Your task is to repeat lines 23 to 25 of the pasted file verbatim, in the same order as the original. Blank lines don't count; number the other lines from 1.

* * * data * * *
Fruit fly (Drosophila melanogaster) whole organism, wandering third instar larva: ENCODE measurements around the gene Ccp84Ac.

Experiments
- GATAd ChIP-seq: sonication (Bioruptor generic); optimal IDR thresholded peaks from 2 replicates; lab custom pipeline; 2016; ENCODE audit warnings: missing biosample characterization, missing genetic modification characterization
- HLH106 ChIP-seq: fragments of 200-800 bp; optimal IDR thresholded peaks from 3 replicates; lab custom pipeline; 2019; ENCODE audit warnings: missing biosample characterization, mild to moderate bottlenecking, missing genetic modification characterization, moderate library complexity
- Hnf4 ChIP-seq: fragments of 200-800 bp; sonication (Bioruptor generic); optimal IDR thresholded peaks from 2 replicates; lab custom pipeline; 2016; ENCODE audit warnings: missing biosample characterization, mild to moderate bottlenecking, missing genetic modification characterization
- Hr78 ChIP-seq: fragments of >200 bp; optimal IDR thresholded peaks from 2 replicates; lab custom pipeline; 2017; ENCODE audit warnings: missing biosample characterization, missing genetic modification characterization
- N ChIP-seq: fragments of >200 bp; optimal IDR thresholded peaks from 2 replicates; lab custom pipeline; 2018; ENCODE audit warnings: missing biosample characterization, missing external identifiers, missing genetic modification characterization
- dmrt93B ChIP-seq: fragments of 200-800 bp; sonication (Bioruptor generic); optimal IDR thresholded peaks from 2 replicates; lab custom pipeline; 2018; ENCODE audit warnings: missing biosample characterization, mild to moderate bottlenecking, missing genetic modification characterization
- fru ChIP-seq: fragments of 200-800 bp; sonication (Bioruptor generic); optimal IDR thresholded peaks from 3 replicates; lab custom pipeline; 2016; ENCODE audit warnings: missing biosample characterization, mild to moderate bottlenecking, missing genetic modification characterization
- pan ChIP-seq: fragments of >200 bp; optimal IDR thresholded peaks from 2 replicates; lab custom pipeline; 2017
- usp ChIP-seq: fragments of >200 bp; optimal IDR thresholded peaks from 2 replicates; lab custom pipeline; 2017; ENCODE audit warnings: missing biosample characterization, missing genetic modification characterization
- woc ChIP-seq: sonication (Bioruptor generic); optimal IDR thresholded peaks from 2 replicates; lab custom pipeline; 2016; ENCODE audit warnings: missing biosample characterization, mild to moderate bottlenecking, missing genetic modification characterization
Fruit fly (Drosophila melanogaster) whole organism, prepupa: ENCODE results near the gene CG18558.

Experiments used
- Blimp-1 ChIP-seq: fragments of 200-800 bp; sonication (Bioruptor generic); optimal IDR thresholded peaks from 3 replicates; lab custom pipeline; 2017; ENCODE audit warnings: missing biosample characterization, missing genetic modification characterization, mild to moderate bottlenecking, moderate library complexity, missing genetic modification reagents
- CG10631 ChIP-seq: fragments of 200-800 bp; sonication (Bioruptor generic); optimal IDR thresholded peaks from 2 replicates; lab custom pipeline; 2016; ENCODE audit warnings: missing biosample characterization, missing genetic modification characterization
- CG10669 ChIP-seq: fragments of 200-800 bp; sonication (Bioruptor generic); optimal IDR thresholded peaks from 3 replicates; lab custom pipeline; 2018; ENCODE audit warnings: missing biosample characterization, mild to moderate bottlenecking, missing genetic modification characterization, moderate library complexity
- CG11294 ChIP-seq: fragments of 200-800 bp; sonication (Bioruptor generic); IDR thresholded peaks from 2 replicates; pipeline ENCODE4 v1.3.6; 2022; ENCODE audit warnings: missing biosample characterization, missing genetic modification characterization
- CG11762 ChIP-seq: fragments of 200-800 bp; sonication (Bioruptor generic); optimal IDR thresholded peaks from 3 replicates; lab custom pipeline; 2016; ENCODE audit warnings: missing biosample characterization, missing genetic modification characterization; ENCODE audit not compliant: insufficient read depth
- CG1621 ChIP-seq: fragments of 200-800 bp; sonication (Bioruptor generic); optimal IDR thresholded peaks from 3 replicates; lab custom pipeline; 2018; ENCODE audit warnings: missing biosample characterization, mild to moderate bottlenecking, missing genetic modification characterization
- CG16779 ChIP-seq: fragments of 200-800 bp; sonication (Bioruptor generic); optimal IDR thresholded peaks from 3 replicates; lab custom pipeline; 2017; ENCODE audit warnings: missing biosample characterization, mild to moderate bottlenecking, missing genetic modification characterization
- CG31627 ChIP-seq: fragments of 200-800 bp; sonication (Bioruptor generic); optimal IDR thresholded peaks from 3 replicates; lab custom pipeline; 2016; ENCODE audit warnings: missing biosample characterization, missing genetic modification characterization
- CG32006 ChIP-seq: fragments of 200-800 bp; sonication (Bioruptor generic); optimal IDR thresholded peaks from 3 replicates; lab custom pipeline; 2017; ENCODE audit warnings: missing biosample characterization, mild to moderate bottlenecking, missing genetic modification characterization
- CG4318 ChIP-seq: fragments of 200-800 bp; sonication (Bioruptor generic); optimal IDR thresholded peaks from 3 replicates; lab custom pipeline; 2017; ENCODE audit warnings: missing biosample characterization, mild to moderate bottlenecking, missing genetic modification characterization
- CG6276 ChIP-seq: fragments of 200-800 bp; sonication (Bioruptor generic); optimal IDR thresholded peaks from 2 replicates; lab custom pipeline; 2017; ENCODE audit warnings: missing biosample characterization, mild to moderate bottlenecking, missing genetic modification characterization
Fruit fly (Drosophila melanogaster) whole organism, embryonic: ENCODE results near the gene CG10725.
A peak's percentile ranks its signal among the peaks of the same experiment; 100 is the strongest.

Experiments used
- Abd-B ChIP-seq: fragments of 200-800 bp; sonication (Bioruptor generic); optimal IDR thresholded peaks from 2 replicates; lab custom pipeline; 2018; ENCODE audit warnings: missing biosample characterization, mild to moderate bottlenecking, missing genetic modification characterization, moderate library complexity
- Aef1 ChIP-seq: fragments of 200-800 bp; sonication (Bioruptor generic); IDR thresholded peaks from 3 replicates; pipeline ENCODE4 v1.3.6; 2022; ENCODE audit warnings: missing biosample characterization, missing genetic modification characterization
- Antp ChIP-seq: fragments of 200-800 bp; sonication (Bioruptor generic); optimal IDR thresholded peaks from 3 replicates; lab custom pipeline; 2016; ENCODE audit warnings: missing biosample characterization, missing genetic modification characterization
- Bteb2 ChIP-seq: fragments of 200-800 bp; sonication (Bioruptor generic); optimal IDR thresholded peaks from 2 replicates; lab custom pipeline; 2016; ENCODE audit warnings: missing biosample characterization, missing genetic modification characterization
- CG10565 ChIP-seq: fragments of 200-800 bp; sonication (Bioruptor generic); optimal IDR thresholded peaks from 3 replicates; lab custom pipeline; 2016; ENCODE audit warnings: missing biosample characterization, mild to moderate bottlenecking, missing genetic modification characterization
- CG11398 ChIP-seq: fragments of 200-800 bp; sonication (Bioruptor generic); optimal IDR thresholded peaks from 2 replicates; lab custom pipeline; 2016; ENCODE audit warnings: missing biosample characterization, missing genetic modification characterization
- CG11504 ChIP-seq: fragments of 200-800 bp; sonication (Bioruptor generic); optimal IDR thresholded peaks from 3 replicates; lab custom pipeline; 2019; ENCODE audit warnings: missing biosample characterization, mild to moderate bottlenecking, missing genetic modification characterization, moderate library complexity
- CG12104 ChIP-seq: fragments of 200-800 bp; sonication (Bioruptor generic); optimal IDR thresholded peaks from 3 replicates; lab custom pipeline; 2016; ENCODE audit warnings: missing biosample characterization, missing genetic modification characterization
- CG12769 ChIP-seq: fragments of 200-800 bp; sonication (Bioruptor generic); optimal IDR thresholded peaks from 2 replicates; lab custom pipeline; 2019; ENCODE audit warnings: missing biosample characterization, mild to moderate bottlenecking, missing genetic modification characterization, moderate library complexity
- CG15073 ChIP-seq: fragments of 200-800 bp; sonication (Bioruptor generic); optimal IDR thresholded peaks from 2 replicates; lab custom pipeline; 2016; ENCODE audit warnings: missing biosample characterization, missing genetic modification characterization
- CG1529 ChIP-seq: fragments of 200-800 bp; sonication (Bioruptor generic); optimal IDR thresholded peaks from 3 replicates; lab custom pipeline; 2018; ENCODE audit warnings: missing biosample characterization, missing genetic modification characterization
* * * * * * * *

- CG32006 ChIP-seq: fragments of 200-800 bp; sonication (Bioruptor generic); optimal IDR thresholded peaks from 3 replicates; lab custom pipeline; 2017; ENCODE audit warnings: missing biosample characterization, mild to moderate bottlenecking, missing genetic modification characterization
- CG4318 ChIP-seq: fragments of 200-800 bp; sonication (Bioruptor generic); optimal IDR thresholded peaks from 3 replicates; lab custom pipeline; 2017; ENCODE audit warnings: missing biosample characterization, mild to moderate bottlenecking, missing genetic modification characterization
- CG6276 ChIP-seq: fragments of 200-800 bp; sonication (Bioruptor generic); optimal IDR thresholded peaks from 2 replicates; lab custom pipeline; 2017; ENCODE audit warnings: missing biosample characterization, mild to moderate bottlenecking, missing genetic modification characterization